The Life of the Forgotten

ImageThe concept of nymphomania developed during the Victorian period. One-third of all patients in Victorian asylums suffered from this mental illness. It was described as an irresistible desire for sexual intercourse and a “female pathology of over-stimulated genitals”. Nymphomania included much more than a simple sexual drive, though, as it was also associated with the loss of sanity. It was described as an “illness of sexual energy levels gone awry, as well as the loss of control.” This was also a time that any husband, brother, or father could commit a woman against her will. All it took was two physicians to sign off on it, and no exam. Often women who were in the way were tucked away in asylums, and spent their lives there forgotten. There really was no humane treatment for mental illness, experiments were provided on the living against their will. This was still in practice in the 30’s and my Great Grandmother was one of these women, she was bi-polar before they knew what it was, committed in her late 20’s and left there for the rest of her life and only whispered about at family gatherings. It was a horrible life for the forgotten.

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2 Comments (+add yours?)

  1. Ripley Trout
    Mar 04, 2014 @ 06:25:19

    Dreadful but fascinating. Sorry to hear about your Great Grandmother. There used to be an old guy on a Meals-on-Wheels route I helped my Dad with as a kid and he had a such a stammer you’d hear him starting to say ‘Thanks’ from down the hall so as he’d be ready to say it when he opened the door. Other than that he seemed physically and mentally fine so I asked my Dad why he needed a meal brought to him. And my Dad said that the man had been put in an asylum as a kid because of his speech difficulties and had spent most of his life there and so had never learnt to fend for himself. Near goddamn broke my young heart did that.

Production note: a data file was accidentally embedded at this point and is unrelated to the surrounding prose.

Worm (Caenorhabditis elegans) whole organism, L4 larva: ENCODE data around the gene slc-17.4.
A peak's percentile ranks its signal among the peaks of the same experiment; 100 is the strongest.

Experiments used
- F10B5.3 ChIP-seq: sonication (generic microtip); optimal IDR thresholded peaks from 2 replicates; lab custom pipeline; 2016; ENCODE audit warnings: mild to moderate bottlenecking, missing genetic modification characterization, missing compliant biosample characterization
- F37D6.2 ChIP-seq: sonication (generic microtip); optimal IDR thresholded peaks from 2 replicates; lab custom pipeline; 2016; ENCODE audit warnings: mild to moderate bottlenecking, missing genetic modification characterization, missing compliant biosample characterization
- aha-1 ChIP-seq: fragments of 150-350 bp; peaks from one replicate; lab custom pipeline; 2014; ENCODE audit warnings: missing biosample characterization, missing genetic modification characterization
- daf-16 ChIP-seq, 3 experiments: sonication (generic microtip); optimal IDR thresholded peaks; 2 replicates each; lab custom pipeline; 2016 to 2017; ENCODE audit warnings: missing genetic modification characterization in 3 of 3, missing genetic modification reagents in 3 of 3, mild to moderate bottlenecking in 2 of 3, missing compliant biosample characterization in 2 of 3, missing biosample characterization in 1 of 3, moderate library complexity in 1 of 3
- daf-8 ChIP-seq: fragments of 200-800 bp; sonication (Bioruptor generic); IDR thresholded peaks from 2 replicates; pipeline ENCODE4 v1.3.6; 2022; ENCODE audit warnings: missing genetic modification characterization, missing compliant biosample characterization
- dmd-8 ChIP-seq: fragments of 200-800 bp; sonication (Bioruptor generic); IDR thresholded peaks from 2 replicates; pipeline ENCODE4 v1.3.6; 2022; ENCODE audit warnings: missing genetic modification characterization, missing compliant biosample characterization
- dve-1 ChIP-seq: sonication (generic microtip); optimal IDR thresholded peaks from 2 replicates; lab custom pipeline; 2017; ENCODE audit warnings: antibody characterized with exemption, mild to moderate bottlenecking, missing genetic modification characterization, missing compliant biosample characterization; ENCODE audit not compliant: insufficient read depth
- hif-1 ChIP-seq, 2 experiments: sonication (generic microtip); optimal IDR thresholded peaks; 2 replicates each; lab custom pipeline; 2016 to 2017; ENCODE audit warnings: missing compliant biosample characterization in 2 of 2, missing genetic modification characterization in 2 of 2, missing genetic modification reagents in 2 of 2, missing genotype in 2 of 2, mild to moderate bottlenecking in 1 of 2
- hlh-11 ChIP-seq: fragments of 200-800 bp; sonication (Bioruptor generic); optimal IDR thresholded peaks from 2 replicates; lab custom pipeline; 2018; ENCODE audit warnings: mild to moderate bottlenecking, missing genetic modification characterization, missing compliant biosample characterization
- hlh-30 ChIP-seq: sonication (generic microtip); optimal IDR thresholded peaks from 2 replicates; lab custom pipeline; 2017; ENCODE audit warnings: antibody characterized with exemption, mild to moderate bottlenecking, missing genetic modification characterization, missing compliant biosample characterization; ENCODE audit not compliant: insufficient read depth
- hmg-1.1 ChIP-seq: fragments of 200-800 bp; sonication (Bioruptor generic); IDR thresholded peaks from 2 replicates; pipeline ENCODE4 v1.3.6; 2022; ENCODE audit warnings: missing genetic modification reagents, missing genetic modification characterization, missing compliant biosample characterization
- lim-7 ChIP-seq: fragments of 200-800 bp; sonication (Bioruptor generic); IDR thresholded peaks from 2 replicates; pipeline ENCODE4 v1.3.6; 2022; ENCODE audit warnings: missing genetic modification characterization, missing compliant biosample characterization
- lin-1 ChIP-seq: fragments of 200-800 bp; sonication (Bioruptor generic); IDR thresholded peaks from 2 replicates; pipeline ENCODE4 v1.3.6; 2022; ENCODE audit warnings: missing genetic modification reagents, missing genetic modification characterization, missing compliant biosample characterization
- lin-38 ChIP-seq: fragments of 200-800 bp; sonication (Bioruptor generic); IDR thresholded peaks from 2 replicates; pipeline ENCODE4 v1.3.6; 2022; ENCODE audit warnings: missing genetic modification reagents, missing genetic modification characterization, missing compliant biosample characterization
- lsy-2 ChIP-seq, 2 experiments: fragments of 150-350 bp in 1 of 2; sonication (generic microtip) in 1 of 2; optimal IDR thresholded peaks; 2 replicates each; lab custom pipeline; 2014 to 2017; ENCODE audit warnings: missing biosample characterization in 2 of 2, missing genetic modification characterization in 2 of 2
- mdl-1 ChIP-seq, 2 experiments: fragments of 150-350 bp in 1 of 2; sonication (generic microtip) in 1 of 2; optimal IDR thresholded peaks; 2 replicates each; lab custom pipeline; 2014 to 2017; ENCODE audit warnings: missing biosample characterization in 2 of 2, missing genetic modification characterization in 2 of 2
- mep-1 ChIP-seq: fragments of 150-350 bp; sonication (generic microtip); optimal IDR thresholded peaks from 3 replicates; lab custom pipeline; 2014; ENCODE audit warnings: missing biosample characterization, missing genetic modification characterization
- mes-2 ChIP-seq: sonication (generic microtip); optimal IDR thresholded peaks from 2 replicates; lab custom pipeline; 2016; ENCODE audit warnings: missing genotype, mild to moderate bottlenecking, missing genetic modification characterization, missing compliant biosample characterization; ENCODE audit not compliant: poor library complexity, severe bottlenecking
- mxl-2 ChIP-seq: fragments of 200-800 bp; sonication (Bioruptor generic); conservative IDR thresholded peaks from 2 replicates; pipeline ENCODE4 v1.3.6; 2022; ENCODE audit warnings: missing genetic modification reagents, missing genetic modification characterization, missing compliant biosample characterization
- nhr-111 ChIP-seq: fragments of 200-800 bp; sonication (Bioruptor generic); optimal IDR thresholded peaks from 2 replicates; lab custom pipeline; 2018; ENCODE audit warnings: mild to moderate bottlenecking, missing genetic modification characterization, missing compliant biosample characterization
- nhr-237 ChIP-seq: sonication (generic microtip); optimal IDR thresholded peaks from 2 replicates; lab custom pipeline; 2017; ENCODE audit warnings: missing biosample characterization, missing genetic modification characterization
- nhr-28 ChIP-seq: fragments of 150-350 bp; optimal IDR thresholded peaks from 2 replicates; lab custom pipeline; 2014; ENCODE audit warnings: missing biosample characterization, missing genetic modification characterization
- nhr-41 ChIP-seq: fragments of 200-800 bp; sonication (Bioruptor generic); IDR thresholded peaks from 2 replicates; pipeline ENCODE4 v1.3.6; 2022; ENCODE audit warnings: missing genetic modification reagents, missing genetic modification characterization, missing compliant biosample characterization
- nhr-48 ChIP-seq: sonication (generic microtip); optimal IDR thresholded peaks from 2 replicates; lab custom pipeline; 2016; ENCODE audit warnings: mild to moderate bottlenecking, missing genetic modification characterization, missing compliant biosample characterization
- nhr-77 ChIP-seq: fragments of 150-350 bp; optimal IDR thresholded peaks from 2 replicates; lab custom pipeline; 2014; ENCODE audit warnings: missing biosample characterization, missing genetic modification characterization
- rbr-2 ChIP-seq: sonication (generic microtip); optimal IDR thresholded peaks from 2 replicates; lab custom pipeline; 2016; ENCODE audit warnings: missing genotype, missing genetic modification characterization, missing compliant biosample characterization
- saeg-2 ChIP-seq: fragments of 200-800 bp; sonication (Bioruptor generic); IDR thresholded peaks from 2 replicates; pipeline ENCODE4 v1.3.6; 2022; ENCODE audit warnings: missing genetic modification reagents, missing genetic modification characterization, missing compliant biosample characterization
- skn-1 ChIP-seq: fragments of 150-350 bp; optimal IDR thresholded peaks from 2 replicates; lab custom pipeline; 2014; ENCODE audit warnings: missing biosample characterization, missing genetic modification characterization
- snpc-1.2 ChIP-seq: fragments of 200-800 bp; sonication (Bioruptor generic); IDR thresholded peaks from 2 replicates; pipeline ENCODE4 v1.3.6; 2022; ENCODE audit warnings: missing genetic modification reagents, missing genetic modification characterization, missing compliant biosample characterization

More directly related to your post though is some work by an artist that I used in a documentary I made about exorcisms in Ireland as her work dealt with the notion of ‘hysteria’ as a medical condition which was often interchangeable historically with ‘possession’. I can’t find her own website link but i found this short article that shows some of the images and has a bit about Breda herself http://lorrainelennoncs.blogspot.ie/2013/05/galway-city-one-day-project-review-i.html

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    • Dagmar Tully
      Mar 04, 2014 @ 17:00:30

      Thank you, I never knew her but my Grandmother was raised by her Aunt and never talked about it but I know that it affected her. And like so many family skeletons had a domino effect. It all really was heartbreaking for so many.
      Coming from a Catholic family (on my Grandmothers side)I have done some reading on the on hysteria vs possession through the ages so I am a little familiar with it. Thank you for sending me the link, I really enjoyed it and if you ever find the website I would love to see it.

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